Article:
Get more Mail & Guardian
Subscribe or Login

Government: Companies must disclose fracking fluids

South Africa proposed regulations for hydraulic fracturing that would require disclosure of chemicals used and meet standards set by the American Petroleum Institute (API), a year after lifting a moratorium on the technique.

"Equipment used in hydraulic fracturing operations must be fit for purpose and must meet relevant API standards," the government said on Wednesday on its national gazette website. "Fluids and their status as hazardous/non-hazardous substances" must be submitted as part of an impact assessment, it said.

Shell and other explorers have applied for permits to explore the semi-desert Karoo region. South Africa, which in 2012 ended a ban on the practice known as fracking, estimates shale gas may generate R1-trillion of sales in 30 years.

"The purpose of the draft regulations is to augment gaps identified in the current regulatory framework," particularly in relation to fracking, Minister of Mineral Resources Susan Shabangu said in the gazette. The draft rules are open for public comment for 30 days.

Farmers and other opponents of fracking, which injects pressurized water, chemicals and sand underground to shatter rock and release natural gas, say the drilling technique risks contaminating ground water. While shale extraction helped the US overtake Russia as the world’s biggest gas producer in 2009, countries including France have banned the practice.

"In order for fracking to go ahead it must be done in line with a proper charter with stringent control measures," James Lorimer, a spokesperson on mineral resources for opposition Democratic Alliance, said on October 10. – Bloomberg

Subscribe to the M&G

Thanks for enjoying the Mail & Guardian, we’re proud of our 36 year history, throughout which we have delivered to readers the most important, unbiased stories in South Africa. Good journalism costs, though, and right from our very first edition we’ve relied on reader subscriptions to protect our independence.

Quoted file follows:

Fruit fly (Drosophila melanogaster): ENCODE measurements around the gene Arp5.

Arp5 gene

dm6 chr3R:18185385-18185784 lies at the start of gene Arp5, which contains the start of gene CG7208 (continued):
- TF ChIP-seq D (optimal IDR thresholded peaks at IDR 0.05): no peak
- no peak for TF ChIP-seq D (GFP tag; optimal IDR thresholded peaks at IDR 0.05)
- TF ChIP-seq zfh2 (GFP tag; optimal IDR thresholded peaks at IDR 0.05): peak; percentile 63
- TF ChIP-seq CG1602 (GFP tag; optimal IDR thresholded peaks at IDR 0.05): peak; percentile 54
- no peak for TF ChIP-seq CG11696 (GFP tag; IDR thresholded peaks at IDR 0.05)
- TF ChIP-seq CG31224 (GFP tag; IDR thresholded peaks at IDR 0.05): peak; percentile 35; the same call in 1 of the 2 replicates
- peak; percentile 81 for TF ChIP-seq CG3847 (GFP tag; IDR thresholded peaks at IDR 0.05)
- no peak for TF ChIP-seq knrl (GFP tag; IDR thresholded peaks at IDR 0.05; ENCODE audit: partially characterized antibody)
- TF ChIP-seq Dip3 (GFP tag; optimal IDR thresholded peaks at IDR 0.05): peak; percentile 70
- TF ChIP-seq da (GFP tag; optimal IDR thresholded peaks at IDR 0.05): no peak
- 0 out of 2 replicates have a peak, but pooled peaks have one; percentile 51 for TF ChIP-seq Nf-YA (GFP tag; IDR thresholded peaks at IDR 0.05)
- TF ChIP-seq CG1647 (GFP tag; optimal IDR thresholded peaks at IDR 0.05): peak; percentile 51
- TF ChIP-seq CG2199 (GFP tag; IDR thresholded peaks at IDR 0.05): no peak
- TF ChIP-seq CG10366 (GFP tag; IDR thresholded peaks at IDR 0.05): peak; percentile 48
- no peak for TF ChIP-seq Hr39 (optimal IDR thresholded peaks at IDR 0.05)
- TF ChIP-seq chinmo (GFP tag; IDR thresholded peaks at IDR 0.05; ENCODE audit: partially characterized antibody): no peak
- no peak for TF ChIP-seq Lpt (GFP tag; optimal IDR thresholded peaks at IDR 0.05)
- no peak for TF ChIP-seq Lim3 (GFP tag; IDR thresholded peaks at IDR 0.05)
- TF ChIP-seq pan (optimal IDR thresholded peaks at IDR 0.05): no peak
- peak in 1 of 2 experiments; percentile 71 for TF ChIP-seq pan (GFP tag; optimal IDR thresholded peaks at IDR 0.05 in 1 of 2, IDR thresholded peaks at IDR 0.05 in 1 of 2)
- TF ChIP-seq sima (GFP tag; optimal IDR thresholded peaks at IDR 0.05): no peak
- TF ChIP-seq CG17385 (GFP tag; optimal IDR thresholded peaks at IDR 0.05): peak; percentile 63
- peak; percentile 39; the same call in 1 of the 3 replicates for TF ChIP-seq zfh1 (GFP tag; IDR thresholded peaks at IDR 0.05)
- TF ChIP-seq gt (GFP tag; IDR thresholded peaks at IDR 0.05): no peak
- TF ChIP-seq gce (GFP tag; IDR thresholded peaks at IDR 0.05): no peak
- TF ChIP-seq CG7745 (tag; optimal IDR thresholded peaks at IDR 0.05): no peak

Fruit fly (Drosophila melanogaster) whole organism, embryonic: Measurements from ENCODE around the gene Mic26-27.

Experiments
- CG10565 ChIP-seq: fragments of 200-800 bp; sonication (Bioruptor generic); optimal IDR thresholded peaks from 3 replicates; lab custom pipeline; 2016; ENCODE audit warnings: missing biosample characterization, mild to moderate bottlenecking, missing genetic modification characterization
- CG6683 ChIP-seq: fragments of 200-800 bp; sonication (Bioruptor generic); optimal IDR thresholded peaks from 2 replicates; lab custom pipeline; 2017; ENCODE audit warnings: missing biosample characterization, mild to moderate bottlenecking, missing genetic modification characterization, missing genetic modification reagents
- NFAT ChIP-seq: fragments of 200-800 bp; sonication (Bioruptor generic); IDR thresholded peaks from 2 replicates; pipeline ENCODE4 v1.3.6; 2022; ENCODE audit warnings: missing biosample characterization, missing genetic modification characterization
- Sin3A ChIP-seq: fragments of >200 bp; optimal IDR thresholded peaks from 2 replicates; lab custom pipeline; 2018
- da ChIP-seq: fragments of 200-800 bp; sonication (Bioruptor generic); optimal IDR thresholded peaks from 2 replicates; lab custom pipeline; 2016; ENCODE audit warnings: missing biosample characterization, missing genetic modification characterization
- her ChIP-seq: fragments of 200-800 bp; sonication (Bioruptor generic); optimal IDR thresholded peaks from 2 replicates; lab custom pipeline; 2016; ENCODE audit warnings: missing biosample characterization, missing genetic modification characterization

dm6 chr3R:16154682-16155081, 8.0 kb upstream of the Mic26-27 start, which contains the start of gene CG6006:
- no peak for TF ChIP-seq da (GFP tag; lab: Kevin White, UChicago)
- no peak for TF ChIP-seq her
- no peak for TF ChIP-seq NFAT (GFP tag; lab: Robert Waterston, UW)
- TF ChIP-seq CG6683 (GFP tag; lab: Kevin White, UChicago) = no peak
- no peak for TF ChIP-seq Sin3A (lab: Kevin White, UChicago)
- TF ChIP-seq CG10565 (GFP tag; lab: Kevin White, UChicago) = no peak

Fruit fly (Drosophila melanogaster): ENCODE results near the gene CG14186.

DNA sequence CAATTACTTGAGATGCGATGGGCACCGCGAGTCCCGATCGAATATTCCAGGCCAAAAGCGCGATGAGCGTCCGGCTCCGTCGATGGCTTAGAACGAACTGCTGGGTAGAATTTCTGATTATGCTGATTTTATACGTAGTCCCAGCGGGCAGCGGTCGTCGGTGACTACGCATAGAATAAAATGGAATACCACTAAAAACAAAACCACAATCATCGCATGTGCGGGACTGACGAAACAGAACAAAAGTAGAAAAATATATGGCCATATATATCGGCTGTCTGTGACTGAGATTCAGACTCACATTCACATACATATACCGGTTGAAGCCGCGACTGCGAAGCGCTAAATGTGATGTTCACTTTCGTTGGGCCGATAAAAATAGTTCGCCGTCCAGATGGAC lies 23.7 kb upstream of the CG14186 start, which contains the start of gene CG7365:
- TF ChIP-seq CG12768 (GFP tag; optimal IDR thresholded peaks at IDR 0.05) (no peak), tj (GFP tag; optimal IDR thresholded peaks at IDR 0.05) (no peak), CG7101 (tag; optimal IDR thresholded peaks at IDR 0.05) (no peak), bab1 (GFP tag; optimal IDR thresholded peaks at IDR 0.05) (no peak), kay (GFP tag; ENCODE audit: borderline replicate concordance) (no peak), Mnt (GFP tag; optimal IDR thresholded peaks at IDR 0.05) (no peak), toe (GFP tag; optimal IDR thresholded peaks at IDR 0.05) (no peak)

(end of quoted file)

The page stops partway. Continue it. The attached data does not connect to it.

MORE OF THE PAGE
Digital subscribers get access to all of our award-winning journalism, including premium features, as well as exclusive events, newsletters, webinars and the cryptic crossword. Click here to find out how to join them and receive a 40% discount on our annual rate..

Paul Burkhardt
Paul Burkhardt works from Johannesburg. Bloomberg reporter covering oil/gas, renewables, mining and unions in South Africa and sub-Saharan region. Retweets not endorsements. Paul Burkhardt has over 1431 followers on Twitter.

Related stories

Advertising

Subscribers only

Seven years’ radio silence for taxpayer-funded Rhythm FM

Almost R50-million of taxpayers’ money has been invested but the station is yet to broadcast a single show

Q&A Sessions: Zanele Mbuyisa — For the love of people-centred...

She’s worked on one of the biggest class-action cases in South Africa and she’s taken on Uber: Zanele Mbuyisa speaks to Athandiwe Saba about advocating for the underrepresented, getting ‘old’ and transformation in the law fraternity

More top stories

ANC confirms it will oppose Magashule’s court application

The ruling party has briefed senior counsel Wim Trengove to head the team that will contest Magashule’s bid to fight his suspension and oust Ramaphosa instead

Magashule defies suspension order and KZN leaders’ advice that he...

A strategy by the KwaZulu-Natal ANC to control the narrative coming out of former president Zuma’s court appearance for arms deal corruption and fraud was thwarted

Landmark Deadly Air case: 10 000 deaths annually can be...

There is no legal mechanism in place to implement and enforce measures to prevent toxic air pollution in the Highveld

No masks. No Covid. But problems do abound

With no cases of Covid-19, a Zimbabwe informal settlement’s residents are more concerned about making ends meet – and their imminent eviction
Advertising

press releases

Loading latest Press Releases…
×